The Ingrained Island
A book acknowledged as a classic of its kind. Paul Hyland takes one corner of England, the Isle (so-called) of Purbeck, and explores, expertly and meticulously, its past and present. It’s a strange and mysteriously beautiful region, both hidden and exploited. People say how unspoiled it is, yet it has been plundered from at least Roman times – for shale and oil, ball clay and chalk, beds of Purbeck marble and stone.
In Hyland’s hands, the land reveals its secrets at every turn, every step. It’s not a guide-book, but it’s the ideal background book for anyone visting (or living in) this extraordinary part of the country. This book has been in print for more than thirty years and is prized as a revelatory gem by many of its readers.
Published: Victor Gollancz 1978, 1981, Dovecote Press 1989, 1999
£7.95 (Dovecote Press paperback)
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Praise for “Purbeck: The Ingrained Island”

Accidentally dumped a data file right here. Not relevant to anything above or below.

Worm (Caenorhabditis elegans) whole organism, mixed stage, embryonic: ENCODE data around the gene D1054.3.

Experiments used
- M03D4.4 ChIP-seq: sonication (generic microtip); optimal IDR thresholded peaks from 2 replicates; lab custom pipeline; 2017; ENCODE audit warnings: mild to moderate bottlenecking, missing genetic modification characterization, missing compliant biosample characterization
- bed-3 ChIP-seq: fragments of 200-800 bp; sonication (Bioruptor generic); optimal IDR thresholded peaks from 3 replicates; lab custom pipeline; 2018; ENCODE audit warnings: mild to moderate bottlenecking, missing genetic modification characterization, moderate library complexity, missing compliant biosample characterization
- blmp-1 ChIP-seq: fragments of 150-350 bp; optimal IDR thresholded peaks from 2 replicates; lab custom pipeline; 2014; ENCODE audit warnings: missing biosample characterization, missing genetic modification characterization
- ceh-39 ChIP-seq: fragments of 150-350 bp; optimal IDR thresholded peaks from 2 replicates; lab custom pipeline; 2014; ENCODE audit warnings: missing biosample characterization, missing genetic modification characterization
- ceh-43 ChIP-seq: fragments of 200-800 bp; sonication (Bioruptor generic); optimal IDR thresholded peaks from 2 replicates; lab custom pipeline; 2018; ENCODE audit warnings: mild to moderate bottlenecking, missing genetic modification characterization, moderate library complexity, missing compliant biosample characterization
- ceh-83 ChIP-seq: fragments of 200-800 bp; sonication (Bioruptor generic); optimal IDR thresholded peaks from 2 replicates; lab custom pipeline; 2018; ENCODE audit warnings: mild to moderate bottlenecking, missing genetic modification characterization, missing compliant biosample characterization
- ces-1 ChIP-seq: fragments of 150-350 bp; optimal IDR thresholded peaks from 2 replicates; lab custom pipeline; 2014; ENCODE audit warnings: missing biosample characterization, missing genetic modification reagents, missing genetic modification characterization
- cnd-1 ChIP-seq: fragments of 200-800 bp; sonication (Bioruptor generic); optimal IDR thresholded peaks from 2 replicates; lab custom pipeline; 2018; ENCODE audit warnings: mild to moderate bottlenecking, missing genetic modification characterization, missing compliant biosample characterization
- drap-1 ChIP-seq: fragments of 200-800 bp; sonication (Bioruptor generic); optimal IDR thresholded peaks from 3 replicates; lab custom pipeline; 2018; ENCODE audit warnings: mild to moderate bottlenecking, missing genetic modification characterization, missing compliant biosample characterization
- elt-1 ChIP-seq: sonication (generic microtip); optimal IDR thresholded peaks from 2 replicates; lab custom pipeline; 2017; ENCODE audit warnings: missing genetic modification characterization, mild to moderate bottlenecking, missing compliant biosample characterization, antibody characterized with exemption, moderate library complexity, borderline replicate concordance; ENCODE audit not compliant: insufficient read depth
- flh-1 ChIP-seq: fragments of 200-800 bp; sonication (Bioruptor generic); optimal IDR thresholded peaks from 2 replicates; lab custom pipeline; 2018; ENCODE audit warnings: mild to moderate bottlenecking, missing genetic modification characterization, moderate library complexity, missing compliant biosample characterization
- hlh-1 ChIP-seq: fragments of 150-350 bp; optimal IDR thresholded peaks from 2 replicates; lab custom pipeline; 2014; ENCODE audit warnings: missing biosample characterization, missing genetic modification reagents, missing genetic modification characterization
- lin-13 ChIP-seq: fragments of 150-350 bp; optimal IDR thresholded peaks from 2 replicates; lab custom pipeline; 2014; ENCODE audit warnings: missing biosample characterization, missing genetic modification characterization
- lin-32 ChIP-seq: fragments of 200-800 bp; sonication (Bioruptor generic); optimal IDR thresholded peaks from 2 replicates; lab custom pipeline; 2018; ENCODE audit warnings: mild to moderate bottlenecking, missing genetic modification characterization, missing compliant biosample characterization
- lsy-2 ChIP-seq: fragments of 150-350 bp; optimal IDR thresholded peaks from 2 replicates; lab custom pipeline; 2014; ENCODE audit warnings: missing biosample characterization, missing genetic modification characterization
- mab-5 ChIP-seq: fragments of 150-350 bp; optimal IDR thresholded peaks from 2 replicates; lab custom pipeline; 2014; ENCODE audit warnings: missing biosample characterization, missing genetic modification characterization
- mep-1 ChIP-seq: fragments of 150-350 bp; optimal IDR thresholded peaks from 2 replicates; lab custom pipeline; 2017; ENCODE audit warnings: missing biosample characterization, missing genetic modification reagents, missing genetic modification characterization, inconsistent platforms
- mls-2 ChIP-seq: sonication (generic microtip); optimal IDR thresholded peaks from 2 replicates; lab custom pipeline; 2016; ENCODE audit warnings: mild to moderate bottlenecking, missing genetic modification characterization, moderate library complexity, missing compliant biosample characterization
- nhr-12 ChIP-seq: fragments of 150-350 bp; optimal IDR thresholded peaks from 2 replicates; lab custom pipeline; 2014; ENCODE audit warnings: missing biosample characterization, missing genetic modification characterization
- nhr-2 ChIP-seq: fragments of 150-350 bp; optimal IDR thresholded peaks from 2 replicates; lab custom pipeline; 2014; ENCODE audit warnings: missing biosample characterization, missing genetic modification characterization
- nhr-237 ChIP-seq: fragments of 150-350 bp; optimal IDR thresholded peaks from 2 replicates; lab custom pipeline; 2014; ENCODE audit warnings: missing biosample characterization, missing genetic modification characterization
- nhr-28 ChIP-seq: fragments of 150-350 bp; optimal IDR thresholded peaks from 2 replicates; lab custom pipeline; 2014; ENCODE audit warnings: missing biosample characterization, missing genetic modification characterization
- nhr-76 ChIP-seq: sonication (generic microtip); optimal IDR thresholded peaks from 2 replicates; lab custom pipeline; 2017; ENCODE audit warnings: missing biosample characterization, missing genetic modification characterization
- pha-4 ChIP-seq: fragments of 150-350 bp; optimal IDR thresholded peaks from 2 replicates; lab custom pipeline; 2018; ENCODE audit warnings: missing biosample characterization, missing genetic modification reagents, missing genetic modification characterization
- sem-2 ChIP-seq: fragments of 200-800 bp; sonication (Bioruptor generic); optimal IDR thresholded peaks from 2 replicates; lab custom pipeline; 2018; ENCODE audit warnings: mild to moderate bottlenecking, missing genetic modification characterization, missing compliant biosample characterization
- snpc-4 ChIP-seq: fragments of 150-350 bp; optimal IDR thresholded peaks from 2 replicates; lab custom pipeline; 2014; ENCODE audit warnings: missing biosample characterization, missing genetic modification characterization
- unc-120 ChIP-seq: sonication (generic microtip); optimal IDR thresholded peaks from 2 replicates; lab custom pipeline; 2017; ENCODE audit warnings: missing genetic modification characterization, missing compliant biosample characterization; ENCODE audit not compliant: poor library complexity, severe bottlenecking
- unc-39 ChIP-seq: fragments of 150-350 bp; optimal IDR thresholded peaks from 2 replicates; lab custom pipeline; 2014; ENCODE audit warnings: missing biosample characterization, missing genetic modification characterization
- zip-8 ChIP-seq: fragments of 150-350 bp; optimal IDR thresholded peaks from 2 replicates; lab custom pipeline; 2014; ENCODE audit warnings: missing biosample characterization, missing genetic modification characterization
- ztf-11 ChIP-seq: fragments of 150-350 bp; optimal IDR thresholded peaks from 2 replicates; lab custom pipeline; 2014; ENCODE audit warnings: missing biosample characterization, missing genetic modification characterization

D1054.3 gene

“A work of beauty, personal and intensely felt.”
Mary Cosh, The Times
“He socks impressions and history to you like a bean bag.”
Roland Gant, Daily Telegraph
“A fine contribution to Dorset literature - and, indeed, to topographical writing in general... a unique sense of pleasure in the landscape of Purbeck and its history.”
Victor E. Neuburg, British Book News
“A model of what a topographical study should be.”
J.R.L. Anderson, Oxford Mail
“This fine book…perceptive, elegant and affectionate... combines biological knowledge with a poet’s selective eye, sense of atmosphere, and most appropriately lapidary prose.”
Kevin Crossley-Holland, Sunday Times BOOKS OF THE YEAR
“The author shows much the same feeling for the Wessex landscape as the old master himself... One has the feeling that Mr Hyland has turned over every stone.”
Thomas Hardy Society Journal
Times Literary Supplement